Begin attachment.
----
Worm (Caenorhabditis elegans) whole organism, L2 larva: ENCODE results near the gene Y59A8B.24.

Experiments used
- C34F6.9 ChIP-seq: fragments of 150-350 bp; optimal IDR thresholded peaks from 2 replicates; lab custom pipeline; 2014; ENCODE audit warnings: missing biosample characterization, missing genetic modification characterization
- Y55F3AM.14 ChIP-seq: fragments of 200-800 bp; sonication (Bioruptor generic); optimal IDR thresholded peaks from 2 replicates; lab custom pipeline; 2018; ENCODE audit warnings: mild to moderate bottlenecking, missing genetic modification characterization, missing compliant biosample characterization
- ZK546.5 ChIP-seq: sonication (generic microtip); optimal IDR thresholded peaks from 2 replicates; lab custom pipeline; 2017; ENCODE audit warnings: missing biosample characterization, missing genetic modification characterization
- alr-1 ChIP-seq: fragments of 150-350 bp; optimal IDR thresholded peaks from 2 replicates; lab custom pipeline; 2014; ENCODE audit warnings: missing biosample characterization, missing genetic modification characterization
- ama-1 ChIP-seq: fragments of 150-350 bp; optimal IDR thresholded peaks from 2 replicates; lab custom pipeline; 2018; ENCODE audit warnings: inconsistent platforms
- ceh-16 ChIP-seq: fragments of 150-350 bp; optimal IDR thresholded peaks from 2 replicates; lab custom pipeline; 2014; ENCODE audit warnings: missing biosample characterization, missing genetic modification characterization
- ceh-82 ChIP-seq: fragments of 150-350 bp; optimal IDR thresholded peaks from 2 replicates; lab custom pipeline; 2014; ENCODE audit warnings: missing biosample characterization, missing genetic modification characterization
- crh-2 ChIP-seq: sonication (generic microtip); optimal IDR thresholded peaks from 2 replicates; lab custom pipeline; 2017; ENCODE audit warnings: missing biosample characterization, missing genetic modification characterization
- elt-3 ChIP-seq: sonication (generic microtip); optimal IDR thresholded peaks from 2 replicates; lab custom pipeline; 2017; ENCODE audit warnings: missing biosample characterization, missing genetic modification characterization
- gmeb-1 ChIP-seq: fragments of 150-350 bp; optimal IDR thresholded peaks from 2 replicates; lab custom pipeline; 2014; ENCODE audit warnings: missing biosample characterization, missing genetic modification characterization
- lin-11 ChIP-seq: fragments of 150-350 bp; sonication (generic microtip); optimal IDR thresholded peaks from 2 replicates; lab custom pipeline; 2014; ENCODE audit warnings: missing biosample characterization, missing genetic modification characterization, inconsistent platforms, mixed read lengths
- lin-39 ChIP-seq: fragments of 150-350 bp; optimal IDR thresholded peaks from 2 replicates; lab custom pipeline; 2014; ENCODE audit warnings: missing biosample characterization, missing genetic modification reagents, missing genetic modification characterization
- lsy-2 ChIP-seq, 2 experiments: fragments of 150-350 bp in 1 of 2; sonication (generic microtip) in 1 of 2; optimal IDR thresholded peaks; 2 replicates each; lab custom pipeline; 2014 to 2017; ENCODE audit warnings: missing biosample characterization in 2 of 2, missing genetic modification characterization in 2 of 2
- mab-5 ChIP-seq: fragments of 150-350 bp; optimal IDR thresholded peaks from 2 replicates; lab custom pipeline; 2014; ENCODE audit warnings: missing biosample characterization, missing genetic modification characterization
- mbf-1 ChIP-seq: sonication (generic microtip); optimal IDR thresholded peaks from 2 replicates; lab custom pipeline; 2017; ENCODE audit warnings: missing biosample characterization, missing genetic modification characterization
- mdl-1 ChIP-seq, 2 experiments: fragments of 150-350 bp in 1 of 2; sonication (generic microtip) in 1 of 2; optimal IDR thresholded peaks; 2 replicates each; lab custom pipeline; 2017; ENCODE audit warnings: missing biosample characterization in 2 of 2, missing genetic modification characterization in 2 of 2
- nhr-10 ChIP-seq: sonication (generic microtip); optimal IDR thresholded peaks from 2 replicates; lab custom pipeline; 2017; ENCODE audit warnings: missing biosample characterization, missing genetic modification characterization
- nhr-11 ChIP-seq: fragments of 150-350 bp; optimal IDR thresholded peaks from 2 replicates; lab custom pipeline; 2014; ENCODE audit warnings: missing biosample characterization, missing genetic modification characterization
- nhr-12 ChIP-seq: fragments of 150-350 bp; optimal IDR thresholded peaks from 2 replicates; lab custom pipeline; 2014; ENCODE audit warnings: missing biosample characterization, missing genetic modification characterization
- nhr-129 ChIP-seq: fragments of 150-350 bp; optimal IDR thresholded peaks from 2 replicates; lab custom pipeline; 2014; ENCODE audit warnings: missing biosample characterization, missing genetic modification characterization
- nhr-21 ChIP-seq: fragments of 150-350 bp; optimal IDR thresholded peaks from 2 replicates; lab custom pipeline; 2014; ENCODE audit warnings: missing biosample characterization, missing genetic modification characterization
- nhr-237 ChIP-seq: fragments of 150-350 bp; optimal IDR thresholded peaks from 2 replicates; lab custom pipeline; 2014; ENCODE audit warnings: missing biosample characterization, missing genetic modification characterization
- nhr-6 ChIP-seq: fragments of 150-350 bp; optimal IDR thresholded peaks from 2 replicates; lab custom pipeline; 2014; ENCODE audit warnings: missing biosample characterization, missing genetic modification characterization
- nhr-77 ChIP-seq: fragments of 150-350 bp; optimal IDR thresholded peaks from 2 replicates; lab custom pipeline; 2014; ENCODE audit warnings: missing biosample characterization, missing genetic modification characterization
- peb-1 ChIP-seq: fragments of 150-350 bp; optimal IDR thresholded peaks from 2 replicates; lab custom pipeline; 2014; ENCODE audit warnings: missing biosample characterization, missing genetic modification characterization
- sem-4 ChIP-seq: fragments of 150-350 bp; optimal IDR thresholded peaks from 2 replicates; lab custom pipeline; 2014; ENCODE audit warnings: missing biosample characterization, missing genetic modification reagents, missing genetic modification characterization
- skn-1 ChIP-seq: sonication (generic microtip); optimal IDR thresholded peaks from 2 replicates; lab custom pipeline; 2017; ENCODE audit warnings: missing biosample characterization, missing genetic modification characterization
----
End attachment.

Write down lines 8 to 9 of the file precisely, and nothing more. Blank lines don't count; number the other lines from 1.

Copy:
- ceh-16 ChIP-seq: fragments of 150-350 bp; optimal IDR thresholded peaks from 2 replicates; lab custom pipeline; 2014; ENCODE audit warnings: missing biosample characterization, missing genetic modification characterization
- ceh-82 ChIP-seq: fragments of 150-350 bp; optimal IDR thresholded peaks from 2 replicates; lab custom pipeline; 2014; ENCODE audit warnings: missing biosample characterization, missing genetic modification characterization